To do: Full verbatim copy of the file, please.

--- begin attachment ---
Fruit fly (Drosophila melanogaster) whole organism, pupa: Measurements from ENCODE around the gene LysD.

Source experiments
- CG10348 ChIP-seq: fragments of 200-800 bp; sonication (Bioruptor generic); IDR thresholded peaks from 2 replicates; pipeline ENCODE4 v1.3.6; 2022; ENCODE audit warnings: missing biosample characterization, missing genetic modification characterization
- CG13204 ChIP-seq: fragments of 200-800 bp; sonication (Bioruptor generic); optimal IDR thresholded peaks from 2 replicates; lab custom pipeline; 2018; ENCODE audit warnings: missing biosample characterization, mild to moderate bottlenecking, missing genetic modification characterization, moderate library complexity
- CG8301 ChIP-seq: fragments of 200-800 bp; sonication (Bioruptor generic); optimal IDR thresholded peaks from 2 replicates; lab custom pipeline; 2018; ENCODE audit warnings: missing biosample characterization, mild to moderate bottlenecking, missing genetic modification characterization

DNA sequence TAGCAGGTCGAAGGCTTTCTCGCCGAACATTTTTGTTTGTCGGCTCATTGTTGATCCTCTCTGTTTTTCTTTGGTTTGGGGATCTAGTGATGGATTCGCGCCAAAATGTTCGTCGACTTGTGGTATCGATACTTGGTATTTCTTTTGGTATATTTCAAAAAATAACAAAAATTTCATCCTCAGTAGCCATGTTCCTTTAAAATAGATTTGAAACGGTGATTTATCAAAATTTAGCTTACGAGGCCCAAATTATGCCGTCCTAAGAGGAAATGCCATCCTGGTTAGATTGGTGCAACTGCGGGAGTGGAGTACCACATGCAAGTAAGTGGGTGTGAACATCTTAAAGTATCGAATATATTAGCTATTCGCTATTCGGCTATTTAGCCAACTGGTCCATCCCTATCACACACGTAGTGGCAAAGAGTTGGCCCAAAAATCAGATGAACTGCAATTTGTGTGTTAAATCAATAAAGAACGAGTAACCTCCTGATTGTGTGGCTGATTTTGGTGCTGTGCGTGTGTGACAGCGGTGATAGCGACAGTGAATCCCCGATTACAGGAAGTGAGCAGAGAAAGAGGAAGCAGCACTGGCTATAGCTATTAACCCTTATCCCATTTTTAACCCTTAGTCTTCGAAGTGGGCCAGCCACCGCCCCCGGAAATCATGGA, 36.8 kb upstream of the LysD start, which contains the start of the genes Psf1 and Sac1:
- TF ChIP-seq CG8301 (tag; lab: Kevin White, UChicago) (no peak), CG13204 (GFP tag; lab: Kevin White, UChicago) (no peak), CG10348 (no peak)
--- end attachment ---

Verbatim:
Fruit fly (Drosophila melanogaster) whole organism, pupa: Measurements from ENCODE around the gene LysD.

Source experiments
- CG10348 ChIP-seq: fragments of 200-800 bp; sonication (Bioruptor generic); IDR thresholded peaks from 2 replicates; pipeline ENCODE4 v1.3.6; 2022; ENCODE audit warnings: missing biosample characterization, missing genetic modification characterization
- CG13204 ChIP-seq: fragments of 200-800 bp; sonication (Bioruptor generic); optimal IDR thresholded peaks from 2 replicates; lab custom pipeline; 2018; ENCODE audit warnings: missing biosample characterization, mild to moderate bottlenecking, missing genetic modification characterization, moderate library complexity
- CG8301 ChIP-seq: fragments of 200-800 bp; sonication (Bioruptor generic); optimal IDR thresholded peaks from 2 replicates; lab custom pipeline; 2018; ENCODE audit warnings: missing biosample characterization, mild to moderate bottlenecking, missing genetic modification characterization

DNA sequence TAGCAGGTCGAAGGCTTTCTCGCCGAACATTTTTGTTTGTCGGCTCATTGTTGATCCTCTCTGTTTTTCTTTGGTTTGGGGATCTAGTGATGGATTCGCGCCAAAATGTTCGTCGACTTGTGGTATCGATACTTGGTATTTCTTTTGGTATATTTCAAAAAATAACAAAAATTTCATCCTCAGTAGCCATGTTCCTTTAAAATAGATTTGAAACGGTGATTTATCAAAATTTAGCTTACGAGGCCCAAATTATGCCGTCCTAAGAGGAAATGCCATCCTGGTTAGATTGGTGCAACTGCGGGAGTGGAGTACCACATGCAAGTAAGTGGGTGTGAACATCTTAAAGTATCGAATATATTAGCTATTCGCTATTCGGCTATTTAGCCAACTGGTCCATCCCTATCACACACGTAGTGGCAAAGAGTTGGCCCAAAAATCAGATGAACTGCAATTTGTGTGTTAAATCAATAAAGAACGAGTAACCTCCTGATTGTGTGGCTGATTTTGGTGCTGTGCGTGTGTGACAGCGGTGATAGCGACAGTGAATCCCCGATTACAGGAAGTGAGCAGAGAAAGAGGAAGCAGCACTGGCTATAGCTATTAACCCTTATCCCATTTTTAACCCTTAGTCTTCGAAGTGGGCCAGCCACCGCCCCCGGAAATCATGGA, 36.8 kb upstream of the LysD start, which contains the start of the genes Psf1 and Sac1:
- TF ChIP-seq CG8301 (tag; lab: Kevin White, UChicago) (no peak), CG13204 (GFP tag; lab: Kevin White, UChicago) (no peak), CG10348 (no peak)